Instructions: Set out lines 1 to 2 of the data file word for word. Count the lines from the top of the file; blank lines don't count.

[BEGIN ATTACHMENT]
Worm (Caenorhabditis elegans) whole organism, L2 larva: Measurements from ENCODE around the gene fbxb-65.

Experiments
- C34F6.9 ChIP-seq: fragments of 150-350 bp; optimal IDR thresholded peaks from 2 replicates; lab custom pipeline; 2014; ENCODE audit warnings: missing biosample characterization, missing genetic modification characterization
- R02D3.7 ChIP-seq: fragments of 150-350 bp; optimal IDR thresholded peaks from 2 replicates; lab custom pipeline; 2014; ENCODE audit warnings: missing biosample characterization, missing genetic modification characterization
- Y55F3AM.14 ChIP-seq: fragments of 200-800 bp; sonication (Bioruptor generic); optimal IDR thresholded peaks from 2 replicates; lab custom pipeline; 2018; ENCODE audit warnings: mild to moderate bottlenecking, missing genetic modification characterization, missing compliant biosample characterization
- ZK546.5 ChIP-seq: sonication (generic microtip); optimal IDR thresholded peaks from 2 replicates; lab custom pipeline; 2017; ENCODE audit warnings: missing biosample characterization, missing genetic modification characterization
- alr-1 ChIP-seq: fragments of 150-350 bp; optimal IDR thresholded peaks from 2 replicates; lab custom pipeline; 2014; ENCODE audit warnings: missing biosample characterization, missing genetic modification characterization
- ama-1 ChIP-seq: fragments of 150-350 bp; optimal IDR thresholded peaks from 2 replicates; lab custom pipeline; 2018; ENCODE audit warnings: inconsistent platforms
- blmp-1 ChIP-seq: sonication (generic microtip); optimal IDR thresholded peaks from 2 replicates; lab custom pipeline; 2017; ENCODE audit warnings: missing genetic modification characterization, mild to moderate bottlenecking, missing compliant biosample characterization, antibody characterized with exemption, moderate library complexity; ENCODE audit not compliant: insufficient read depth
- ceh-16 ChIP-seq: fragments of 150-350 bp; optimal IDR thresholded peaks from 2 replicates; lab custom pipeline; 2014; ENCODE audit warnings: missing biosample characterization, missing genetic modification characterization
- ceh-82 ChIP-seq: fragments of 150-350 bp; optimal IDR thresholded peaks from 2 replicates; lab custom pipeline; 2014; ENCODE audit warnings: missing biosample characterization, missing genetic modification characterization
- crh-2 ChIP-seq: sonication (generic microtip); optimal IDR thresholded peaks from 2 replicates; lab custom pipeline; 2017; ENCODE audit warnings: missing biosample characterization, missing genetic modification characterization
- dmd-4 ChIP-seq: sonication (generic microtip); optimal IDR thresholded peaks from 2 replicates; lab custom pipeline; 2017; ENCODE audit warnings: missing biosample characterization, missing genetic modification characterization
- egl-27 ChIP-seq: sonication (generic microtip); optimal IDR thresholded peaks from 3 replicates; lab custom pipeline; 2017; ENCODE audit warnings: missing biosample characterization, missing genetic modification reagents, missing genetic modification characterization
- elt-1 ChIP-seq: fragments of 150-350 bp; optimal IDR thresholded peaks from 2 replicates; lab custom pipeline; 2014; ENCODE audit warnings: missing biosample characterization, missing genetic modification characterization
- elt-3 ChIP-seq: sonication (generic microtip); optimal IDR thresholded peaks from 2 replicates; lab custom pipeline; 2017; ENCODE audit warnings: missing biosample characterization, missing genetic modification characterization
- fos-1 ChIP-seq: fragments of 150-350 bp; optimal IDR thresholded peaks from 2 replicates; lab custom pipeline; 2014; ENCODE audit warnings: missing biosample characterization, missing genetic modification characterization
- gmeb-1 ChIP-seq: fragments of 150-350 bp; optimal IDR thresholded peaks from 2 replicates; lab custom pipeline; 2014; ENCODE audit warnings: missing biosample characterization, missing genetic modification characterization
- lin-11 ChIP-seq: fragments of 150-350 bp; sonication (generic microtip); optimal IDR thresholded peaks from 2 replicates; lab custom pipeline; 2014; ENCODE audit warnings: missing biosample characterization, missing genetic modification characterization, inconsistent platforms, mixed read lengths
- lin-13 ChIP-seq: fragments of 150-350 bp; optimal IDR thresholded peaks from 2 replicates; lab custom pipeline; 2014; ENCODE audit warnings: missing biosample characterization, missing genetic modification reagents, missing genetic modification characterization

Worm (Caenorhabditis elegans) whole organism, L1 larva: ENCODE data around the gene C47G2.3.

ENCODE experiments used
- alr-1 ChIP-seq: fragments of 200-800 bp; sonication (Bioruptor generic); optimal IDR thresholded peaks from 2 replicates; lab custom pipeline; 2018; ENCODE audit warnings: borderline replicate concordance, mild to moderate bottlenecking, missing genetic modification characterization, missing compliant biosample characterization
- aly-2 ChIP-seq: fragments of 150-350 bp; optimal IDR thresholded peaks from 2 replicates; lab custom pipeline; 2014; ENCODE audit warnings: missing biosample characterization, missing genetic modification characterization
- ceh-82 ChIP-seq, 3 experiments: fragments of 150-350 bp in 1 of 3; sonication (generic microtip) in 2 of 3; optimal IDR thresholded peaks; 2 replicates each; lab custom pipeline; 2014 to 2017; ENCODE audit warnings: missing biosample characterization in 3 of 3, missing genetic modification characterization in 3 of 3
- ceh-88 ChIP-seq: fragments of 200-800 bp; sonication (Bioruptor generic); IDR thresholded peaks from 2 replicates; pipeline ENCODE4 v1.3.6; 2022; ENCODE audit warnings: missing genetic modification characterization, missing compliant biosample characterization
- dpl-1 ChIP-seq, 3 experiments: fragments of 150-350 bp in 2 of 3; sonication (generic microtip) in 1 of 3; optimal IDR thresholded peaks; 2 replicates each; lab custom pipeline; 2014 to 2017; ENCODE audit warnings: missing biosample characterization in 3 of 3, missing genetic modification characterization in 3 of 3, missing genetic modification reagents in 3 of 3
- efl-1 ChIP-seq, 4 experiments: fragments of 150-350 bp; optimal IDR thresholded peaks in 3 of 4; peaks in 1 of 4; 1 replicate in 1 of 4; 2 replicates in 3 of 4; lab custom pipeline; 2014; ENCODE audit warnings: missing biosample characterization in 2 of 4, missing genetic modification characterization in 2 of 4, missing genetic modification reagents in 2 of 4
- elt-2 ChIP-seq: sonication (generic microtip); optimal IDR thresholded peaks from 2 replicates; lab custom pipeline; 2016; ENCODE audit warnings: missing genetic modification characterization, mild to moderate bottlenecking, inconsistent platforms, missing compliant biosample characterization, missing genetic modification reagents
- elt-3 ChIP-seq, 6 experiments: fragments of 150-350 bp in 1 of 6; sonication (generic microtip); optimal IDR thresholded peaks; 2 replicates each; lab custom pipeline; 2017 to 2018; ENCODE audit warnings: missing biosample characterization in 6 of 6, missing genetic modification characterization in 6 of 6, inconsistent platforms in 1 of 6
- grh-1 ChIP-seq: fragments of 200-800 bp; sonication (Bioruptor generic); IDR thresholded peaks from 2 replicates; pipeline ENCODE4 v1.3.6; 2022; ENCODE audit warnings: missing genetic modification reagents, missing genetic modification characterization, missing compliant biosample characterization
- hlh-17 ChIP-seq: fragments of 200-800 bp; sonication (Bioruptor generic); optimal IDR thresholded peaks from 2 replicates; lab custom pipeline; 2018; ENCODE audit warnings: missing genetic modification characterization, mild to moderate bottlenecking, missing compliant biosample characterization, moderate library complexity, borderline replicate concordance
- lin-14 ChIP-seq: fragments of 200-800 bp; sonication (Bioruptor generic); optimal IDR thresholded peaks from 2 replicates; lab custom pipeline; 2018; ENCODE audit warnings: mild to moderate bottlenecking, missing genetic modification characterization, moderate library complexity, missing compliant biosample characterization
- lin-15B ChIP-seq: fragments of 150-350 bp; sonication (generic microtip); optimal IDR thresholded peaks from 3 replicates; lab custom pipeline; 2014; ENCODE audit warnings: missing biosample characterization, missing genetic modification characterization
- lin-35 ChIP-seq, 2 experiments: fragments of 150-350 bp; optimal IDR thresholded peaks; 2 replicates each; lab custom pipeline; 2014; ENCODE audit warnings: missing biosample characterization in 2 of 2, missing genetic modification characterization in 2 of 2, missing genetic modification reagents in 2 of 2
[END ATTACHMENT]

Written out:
Worm (Caenorhabditis elegans) whole organism, L2 larva: Measurements from ENCODE around the gene fbxb-65.

Experiments